Interactions cause seniors to drop antidepressants
WASHINGTON | Fri Dec 17, 2010 5:39pm EST
WASHINGTON (Reuters) - More than half of older Americans taking an antidepressant for the first time were already taking another drug that could interact with it and cause side effects, researchers reported on Friday.
And a quarter of patients who suffered side effects stopped taking antidepressants altogether, the study by a team at Thomson Reuters, the University of Southern California, Sanofi Aventis and elsewhere found.
"We found a concerning degree of potentially harmful drug combinations being prescribed to seniors," Dr. Tami Lee Mark of Thomson Reuters, parent company of Reuters, said in a statement.
Other studies have found that older adults are often taking dangerous combinations of prescription drugs, but doctors are not getting the message, the researchers report in the American Journal for Geriatric Psychiatry.
The research team used a Thomson Reuters database of claims for Medicare, the federal health insurance plan for people over 65.
They found more than 39,000 patients who started antidepressants between 2001 and 2006. "Twelve commonly reported antidepressant side effects were identified in the month after drug initiation," Mark's team writes.
More than 25 percent of the patients were prescribed antidepressants and another drug that could cause a major interaction. Another 36 percent had potential moderate interactions.
"The most common side effects were insomnia, somnolence and drowsiness, which occurred in 1,028 (2.6 percent) patients. The next most common side effect was dizziness, which was documented in 416 (1.1 percent) patients," the researchers report.
The side effects meant patients often dropped the drug they were taking. Only 45 percent of those with documented side effects refilled the prescription for the same antidepressant, and a quarter quit taking antidepressants altogether.
Many adults are at risk of this problem, the researchers point out -- other studies show that 25 percent of older adults with chronic illnesses such as arthritis or heart disease also have depression, and they have also been shown to be helped by antidepressants.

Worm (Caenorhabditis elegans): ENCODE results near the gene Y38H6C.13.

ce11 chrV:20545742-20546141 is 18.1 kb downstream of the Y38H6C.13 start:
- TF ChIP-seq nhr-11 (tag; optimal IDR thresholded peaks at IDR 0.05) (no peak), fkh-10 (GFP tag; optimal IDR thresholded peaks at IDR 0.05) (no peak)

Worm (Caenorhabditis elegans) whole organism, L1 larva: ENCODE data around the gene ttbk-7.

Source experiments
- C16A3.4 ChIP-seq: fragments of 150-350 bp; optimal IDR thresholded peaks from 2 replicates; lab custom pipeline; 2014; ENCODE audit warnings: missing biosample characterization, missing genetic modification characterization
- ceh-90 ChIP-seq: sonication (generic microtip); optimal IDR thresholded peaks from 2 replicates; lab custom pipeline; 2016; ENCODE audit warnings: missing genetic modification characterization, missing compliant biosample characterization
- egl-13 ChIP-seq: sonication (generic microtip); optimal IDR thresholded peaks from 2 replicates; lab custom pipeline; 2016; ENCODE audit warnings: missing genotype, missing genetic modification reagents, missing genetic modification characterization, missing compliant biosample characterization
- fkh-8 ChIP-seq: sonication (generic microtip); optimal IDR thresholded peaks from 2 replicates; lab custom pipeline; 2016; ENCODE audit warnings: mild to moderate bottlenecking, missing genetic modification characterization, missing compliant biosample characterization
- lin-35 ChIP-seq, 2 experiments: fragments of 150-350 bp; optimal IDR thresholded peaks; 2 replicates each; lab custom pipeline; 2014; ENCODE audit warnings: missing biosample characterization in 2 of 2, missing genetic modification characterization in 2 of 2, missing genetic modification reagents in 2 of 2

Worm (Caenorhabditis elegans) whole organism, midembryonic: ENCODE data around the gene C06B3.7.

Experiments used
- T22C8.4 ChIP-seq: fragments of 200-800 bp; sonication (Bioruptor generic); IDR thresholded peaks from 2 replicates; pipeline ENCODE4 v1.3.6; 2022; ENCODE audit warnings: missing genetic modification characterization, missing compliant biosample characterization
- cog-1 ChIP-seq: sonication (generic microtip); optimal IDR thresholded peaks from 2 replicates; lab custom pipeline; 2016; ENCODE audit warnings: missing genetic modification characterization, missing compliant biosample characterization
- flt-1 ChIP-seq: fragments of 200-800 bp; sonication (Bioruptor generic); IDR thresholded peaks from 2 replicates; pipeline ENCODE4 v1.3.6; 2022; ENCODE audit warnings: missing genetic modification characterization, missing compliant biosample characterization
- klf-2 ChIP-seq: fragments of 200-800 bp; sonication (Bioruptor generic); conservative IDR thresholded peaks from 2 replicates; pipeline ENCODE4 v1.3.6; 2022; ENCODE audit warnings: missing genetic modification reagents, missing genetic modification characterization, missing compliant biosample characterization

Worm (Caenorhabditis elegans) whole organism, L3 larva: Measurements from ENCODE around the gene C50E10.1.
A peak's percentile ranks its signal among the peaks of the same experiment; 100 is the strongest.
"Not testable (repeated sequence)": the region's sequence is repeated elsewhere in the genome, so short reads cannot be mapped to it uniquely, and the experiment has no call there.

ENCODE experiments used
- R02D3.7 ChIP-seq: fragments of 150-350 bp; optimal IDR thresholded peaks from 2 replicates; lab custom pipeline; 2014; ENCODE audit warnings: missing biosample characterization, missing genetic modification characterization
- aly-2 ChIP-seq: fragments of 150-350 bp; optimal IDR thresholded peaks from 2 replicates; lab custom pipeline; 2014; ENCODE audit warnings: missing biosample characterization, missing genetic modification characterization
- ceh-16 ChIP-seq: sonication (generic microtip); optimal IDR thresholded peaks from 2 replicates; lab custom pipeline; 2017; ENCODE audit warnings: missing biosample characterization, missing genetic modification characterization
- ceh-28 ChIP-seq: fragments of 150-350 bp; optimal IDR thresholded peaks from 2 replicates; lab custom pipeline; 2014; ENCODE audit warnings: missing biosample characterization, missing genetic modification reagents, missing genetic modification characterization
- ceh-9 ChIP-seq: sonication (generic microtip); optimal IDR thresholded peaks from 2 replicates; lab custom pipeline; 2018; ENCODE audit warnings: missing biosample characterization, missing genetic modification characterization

"Older adults often need to be on many medications, some of which may contribute to depression and/or interact with antidepressants. Finally, older adults metabolize medications slowly and are more sensitive to side effects than younger patients," the researchers conclude.
SOURCE: link.reuters.com/qyf72r The American Journal of Geriatric Psychiatry, online November 14, 2010.
Antidepressant Use in Geriatric Populations: The Burden of Side Effects and Interactions and Their Impact on Adherence and Costs
Mark, Tami L.; Joish, Vijay N.; Hay, Joel W.; Sheehan, David V.; Johnston, Stephen S.; Cao, Zhun
American Journal of Geriatric Psychiatry., POST AUTHOR CORRECTIONS, 13 September 2010
Mark , Tami Mark , Tami L. Ph.D., M.B.A. FN> Mark Ph.D., M.B.A. Vijay N.
Objectives: The study aimed to determine the prevalence of documented side effects and drug-drug interactions in older adults using antidepressants and their implications for adherence.
Design: Data were from the MarketScan Medicare Database, which comprises insurance claims from retirees with employer-sponsored Medicare supplemental insurance. Subjects were aged 65 years or older, new antidepressant users, and had a depression diagnosis between July 1, 2001, and December 31, 2006. Twelve commonly reported antidepressant side effects were identified in the month after drug initiation through International Classification of Diseases, Ninth Revision, Clinical Modification diagnoses. Potential drug-drug interactions involving an antidepressant and another drug were identified during the 1 year after antidepressant initiation using MicroMedex DRUG-REAX software. Multinomial logistic regression was used to determine the association of side effects and potential interactions with refills rates, switching, and discontinuation.
Results: The presence of a side effect was associated with a 4.7 percentage point increase in the probability of switching (from 16.5% to 21.7%) and a 3.7 percentage point increase in the discontinuation rate (from 22% to 25.7%). Among the 39,512 treatment-naive antidepressants users, 25.4% had potential contraindicated or major interactions, 36.1% had moderate interactions, and 38.5% had minor or no interactions. The presence of potential contraindicated or potential major interactions increased the probability of switching by 19.5 percentage points and had a minimal effect on discontinuation.
Conclusion: Although antidepressant medications have been demonstrated to be effective in treatment of geriatric depression, this study highlights the complexity of antidepressant prescribing in this population and the need for clinicians to be aware of potential drug-drug interactions and side effects.
Copyright (C) 2010 American Association for Geriatric Psychiatry
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